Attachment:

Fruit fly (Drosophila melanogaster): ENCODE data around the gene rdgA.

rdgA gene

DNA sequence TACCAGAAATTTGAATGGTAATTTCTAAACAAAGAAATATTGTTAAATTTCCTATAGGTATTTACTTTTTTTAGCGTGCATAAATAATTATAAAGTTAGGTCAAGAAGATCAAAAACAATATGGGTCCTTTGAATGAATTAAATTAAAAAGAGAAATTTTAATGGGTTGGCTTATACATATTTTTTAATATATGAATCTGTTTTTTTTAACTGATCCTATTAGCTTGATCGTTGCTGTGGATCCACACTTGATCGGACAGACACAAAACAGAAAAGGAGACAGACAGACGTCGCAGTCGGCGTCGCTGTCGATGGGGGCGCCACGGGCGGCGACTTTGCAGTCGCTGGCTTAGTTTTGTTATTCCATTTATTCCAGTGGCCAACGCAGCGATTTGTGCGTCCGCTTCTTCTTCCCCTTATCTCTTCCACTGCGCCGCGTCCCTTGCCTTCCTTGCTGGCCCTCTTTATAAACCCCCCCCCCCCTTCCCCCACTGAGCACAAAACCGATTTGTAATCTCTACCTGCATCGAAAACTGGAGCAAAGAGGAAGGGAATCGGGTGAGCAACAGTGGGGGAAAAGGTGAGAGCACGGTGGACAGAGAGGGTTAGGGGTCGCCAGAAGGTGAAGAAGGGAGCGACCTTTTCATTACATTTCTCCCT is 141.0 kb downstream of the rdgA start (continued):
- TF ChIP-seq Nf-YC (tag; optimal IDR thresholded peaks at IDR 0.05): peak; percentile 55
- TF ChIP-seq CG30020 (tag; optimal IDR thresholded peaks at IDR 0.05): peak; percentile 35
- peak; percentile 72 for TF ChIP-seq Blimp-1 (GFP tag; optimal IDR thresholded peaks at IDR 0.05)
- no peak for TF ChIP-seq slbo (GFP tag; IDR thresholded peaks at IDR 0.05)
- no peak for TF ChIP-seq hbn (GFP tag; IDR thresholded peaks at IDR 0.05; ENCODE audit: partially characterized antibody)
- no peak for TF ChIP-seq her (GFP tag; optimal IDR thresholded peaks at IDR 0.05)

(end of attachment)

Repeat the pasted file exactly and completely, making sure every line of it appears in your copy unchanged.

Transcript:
Fruit fly (Drosophila melanogaster): ENCODE data around the gene rdgA.

rdgA gene

DNA sequence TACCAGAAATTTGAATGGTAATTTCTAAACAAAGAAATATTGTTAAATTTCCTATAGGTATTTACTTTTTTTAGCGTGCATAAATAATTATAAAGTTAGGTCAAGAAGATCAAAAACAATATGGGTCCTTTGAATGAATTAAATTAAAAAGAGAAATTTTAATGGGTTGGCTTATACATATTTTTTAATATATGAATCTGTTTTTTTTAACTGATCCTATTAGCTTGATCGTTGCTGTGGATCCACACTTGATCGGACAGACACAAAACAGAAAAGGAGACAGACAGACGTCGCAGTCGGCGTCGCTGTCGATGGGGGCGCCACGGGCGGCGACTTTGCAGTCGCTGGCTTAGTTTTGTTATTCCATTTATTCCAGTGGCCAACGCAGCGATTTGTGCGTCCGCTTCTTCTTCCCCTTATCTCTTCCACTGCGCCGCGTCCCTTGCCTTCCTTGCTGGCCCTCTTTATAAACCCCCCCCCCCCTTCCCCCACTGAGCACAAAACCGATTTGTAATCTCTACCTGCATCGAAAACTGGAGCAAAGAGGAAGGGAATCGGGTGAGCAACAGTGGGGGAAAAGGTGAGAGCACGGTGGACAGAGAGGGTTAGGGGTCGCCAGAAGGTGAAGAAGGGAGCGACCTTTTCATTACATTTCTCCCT is 141.0 kb downstream of the rdgA start (continued):
- TF ChIP-seq Nf-YC (tag; optimal IDR thresholded peaks at IDR 0.05): peak; percentile 55
- TF ChIP-seq CG30020 (tag; optimal IDR thresholded peaks at IDR 0.05): peak; percentile 35
- peak; percentile 72 for TF ChIP-seq Blimp-1 (GFP tag; optimal IDR thresholded peaks at IDR 0.05)
- no peak for TF ChIP-seq slbo (GFP tag; IDR thresholded peaks at IDR 0.05)
- no peak for TF ChIP-seq hbn (GFP tag; IDR thresholded peaks at IDR 0.05; ENCODE audit: partially characterized antibody)
- no peak for TF ChIP-seq her (GFP tag; optimal IDR thresholded peaks at IDR 0.05)